Talented people seem to have an innate desire to grow and flourish. For many, this takes the form of progressing in one’s job or career into managerial roles. But how do managers get to be managers before their managers? How can a non-manager acquire key managerial skills?
Employees can start honing and demonstrating management aptitudes long before they formally seek advancement into such a role. Here are four essential skills that employees can start developing ahead of a career progression – skills that will be recognized and rewarded by a shrewd interview panel.
This is best epitomized by the so-called ‘Six Ps of Planning’: ‘Prior Planning & Preparation Prevents Poor Performance.’ At the most fundamental level, a good planner begins by clearly visualizing the future state they wish to bring about.
The next step in planning is identifying the steps. In other words, the ‘to do’ stages that must practically be undertaken to realize – make real – the vision.
Planning doesn’t stop there though. There’s an additional, crucial planning activity: sequencing the order of these steps into short-term, medium-term and longer-term stages.
There’s a subtle but important distinction between organizing a group of people and directing them when they might not be ‘on board’ with the plan. Being ‘bossy’ isn’t the same as ‘commanding authority.’ Good managers can organize people efficiently so that they work as teams or project groups, pulling together at different tasks to achieve the desired end of their collective efforts. If a plan and its stages are clear, people are less likely to need coercive direction.
Organizing entails being clear about the different roles needed to execute the plan. It entails being able to identify who is most suited to the tasks required of each role, and what equipment might be necessary.
A good organizer will also work ‘behind the scenes’ to secure the resources needed for the plan and allocate them properly to team members in different roles.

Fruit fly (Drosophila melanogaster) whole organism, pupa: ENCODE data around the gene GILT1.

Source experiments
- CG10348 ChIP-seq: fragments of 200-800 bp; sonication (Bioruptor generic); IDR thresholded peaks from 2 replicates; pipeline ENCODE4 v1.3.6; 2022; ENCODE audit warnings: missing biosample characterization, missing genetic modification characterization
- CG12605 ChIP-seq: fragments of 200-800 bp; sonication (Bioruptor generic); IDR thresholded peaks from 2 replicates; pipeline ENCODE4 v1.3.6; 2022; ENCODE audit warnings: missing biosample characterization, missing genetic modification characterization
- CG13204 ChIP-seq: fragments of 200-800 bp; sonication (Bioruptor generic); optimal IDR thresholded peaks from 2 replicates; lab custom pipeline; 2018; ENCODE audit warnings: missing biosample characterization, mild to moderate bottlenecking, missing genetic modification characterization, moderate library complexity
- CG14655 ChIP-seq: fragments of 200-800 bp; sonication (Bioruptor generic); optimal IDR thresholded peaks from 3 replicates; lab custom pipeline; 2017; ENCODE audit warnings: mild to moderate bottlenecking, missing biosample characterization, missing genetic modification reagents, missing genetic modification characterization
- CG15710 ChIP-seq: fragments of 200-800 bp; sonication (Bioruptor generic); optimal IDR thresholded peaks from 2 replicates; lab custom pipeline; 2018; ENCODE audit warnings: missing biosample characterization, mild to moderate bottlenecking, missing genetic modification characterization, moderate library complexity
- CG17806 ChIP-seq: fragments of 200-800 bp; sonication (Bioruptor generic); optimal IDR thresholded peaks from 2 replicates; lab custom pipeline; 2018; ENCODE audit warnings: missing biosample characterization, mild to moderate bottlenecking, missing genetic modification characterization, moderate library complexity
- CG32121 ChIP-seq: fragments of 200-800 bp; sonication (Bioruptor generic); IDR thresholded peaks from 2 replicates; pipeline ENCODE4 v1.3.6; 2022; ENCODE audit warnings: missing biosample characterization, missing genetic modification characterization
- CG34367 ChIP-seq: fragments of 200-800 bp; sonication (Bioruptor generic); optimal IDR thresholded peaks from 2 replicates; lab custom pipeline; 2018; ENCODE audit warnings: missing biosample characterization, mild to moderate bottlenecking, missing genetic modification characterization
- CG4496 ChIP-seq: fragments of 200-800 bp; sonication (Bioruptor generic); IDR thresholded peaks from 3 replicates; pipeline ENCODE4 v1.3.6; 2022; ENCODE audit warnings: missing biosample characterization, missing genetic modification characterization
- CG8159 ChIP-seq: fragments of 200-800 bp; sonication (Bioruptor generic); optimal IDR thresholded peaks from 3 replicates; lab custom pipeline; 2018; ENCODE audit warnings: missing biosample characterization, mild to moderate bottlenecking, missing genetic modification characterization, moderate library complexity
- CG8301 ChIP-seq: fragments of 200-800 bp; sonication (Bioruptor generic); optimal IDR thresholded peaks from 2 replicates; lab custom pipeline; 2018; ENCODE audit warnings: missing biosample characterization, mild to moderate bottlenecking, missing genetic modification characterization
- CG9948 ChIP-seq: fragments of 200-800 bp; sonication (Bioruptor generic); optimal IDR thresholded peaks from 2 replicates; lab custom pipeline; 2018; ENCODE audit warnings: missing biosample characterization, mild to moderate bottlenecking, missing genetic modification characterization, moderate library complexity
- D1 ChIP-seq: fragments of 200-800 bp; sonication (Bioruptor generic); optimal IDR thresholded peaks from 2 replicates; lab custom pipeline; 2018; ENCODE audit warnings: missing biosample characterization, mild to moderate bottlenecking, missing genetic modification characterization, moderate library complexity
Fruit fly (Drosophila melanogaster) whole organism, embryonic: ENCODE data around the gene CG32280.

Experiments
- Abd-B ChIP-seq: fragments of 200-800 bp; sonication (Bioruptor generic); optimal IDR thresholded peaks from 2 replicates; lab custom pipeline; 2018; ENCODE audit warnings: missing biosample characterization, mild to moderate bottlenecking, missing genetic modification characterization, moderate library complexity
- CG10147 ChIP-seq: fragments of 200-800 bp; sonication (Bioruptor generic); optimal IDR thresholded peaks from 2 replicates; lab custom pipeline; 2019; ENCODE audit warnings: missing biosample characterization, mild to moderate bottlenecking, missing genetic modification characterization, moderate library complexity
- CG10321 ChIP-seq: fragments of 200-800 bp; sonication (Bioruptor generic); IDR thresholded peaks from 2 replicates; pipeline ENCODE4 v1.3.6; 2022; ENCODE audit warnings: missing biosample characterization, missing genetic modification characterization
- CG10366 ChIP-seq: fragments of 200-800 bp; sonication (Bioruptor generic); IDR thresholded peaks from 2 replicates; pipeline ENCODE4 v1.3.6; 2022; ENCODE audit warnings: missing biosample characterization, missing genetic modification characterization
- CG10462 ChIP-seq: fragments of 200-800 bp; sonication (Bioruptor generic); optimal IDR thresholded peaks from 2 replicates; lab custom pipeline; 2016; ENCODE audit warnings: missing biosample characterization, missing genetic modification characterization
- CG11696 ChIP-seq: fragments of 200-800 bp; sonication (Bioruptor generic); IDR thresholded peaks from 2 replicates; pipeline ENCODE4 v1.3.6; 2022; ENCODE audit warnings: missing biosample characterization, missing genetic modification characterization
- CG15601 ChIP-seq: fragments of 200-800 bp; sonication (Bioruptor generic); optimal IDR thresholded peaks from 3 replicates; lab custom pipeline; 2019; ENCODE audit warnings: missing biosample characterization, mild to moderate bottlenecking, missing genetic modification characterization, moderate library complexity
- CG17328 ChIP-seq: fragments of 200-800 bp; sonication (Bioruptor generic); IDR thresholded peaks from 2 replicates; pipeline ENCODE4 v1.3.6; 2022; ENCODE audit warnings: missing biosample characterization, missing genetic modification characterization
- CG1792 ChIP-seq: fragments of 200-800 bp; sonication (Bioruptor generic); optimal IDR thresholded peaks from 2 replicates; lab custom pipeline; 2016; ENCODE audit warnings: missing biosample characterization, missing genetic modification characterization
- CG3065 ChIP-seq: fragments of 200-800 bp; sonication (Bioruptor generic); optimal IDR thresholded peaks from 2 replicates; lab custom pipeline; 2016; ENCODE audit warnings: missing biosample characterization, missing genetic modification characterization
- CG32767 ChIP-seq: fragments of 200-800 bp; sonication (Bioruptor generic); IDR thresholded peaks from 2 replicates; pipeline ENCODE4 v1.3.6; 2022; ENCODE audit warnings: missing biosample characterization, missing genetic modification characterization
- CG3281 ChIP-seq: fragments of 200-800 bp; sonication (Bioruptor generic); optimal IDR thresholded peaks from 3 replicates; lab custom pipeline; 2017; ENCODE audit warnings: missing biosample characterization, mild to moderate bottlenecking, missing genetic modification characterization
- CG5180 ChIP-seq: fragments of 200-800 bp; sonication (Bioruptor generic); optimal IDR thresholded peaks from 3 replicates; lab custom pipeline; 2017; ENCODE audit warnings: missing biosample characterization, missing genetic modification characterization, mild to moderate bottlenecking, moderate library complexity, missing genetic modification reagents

Managers who see an employee demonstrating this skill set will sense a future manager in their midst.
This involves clarity rather than coerciveness. The beginning point is ensuring that everyone in the team is clear about the overall goal and their role in achieving it. It entails ‘pulling’ rather than ‘pushing’ – leading by example instead of sitting in an office and issuing orders. The former motivates people – the latter puts their backs up.
Again, this is easy to confuse with ‘control freakery’ (the giveaway sign of a poor manager). Control freakery usually comes from hidden insecurity born of insufficiencies in planning, organizing and directing.
However, a good manager who has competently planned the goal, organized the roles and resources to realize it, and directed through leadership example will be seen as legitimately in control – a function that is more often characterized by benevolent overseeing than petty micromanaging.
For anyone seriously intent on pursuing a career path through the challenges of ever-more complex managerial roles, (such as enterprise project management), formal qualifications can open doors that might otherwise remain shut. A master in business administration (MBA) degree, such as the prestigious online program available from Kettering Global, is a real boon, equipping graduates with hugely valuable transferable skills in demand across a massive range of industries and sectors.